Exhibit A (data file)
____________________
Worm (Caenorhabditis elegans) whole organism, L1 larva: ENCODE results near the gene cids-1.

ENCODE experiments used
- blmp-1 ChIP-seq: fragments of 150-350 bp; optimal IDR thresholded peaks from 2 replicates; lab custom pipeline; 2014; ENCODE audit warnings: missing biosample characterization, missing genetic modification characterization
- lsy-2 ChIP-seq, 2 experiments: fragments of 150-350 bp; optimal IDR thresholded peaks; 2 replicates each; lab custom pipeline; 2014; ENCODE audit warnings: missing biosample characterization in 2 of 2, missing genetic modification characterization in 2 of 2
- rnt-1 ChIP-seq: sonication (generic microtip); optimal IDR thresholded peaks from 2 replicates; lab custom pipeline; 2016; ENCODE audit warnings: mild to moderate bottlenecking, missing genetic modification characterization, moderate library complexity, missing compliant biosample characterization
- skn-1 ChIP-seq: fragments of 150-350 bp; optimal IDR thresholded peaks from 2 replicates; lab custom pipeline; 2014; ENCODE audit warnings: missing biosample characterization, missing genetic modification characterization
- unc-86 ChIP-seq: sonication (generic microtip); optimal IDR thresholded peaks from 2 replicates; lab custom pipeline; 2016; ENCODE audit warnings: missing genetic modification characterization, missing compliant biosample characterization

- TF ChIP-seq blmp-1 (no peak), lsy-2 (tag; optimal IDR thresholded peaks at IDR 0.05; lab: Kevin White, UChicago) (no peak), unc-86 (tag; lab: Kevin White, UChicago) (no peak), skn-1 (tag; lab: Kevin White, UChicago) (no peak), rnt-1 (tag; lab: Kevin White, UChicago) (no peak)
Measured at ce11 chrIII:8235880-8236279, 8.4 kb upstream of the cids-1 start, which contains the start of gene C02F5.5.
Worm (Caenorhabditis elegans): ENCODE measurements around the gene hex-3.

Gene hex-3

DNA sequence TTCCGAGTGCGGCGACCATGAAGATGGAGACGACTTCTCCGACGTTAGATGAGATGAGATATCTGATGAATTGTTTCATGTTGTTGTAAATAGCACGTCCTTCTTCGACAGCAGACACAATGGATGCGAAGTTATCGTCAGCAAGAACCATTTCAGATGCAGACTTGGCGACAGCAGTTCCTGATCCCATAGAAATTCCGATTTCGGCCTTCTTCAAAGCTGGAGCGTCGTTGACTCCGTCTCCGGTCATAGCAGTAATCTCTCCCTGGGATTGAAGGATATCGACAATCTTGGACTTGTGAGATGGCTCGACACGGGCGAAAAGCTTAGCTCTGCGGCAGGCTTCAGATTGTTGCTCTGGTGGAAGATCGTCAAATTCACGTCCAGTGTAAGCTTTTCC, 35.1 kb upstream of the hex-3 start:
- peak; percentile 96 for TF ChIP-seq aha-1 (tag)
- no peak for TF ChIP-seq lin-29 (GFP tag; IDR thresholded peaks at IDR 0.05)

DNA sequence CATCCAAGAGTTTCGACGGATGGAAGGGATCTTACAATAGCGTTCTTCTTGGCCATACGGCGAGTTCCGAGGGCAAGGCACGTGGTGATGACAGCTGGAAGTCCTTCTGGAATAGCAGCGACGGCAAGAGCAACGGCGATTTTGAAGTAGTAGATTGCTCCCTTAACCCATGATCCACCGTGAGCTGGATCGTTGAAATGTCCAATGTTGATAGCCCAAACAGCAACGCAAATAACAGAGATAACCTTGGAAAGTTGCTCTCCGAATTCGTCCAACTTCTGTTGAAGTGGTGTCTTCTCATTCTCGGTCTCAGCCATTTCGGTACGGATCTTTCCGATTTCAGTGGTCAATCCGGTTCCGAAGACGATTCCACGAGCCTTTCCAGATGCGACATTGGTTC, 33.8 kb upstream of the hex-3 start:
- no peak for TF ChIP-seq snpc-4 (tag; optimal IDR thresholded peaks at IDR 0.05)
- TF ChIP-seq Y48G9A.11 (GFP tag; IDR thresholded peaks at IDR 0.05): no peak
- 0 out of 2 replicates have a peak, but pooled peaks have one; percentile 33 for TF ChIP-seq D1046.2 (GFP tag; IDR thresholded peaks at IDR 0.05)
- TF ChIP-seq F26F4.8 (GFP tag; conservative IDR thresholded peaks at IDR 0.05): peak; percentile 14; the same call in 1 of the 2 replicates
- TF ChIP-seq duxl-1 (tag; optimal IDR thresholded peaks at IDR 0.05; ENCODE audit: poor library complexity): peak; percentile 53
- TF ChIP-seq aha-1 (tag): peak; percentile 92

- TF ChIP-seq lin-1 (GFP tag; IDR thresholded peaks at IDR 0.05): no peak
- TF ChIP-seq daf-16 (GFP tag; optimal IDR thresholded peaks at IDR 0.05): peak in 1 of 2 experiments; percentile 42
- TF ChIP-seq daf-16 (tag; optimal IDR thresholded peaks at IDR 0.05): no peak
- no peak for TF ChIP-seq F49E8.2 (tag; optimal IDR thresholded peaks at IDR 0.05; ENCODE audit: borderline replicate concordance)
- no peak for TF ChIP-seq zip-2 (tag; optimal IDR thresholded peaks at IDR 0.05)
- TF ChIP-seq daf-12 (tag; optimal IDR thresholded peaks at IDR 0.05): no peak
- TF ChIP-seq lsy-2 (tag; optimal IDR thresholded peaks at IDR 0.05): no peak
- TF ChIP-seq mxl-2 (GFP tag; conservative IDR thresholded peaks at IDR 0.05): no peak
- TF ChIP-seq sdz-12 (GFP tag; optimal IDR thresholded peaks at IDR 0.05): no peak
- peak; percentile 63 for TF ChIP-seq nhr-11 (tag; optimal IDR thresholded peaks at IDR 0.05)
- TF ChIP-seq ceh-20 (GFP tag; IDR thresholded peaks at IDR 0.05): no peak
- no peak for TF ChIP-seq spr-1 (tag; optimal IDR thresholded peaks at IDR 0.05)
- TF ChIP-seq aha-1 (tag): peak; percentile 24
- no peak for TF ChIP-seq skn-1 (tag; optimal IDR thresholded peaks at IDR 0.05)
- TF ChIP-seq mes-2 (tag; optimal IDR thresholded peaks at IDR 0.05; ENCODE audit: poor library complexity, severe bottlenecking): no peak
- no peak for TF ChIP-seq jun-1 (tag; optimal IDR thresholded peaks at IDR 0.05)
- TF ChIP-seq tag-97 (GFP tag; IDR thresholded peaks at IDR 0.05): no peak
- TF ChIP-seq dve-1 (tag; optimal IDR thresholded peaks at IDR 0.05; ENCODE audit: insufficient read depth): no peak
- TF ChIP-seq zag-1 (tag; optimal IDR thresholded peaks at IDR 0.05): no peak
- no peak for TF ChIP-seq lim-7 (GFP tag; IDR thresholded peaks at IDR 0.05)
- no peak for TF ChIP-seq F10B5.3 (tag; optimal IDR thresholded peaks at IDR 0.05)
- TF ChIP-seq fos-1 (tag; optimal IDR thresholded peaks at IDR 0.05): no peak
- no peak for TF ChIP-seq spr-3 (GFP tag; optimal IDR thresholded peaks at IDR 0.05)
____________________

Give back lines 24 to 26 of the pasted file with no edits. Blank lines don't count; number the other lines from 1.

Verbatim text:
- TF ChIP-seq daf-16 (tag; optimal IDR thresholded peaks at IDR 0.05): no peak
- no peak for TF ChIP-seq F49E8.2 (tag; optimal IDR thresholded peaks at IDR 0.05; ENCODE audit: borderline replicate concordance)
- no peak for TF ChIP-seq zip-2 (tag; optimal IDR thresholded peaks at IDR 0.05)